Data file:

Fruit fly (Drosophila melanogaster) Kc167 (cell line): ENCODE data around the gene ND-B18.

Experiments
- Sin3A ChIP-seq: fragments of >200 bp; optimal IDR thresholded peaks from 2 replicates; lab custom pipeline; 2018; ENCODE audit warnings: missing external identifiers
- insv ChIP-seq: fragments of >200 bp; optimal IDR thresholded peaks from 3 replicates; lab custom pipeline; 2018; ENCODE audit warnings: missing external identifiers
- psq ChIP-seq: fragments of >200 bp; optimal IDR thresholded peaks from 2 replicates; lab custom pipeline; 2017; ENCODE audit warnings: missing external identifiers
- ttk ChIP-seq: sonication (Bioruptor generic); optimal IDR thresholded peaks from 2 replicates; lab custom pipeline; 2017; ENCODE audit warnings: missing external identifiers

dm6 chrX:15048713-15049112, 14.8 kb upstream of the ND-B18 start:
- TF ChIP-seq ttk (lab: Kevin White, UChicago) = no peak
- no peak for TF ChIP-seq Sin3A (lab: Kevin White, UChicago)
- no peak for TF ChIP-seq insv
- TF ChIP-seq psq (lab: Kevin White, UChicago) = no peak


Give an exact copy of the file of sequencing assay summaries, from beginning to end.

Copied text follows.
Fruit fly (Drosophila melanogaster) Kc167 (cell line): ENCODE data around the gene ND-B18.

Experiments
- Sin3A ChIP-seq: fragments of >200 bp; optimal IDR thresholded peaks from 2 replicates; lab custom pipeline; 2018; ENCODE audit warnings: missing external identifiers
- insv ChIP-seq: fragments of >200 bp; optimal IDR thresholded peaks from 3 replicates; lab custom pipeline; 2018; ENCODE audit warnings: missing external identifiers
- psq ChIP-seq: fragments of >200 bp; optimal IDR thresholded peaks from 2 replicates; lab custom pipeline; 2017; ENCODE audit warnings: missing external identifiers
- ttk ChIP-seq: sonication (Bioruptor generic); optimal IDR thresholded peaks from 2 replicates; lab custom pipeline; 2017; ENCODE audit warnings: missing external identifiers

dm6 chrX:15048713-15049112, 14.8 kb upstream of the ND-B18 start:
- TF ChIP-seq ttk (lab: Kevin White, UChicago) = no peak
- no peak for TF ChIP-seq Sin3A (lab: Kevin White, UChicago)
- no peak for TF ChIP-seq insv
- TF ChIP-seq psq (lab: Kevin White, UChicago) = no peak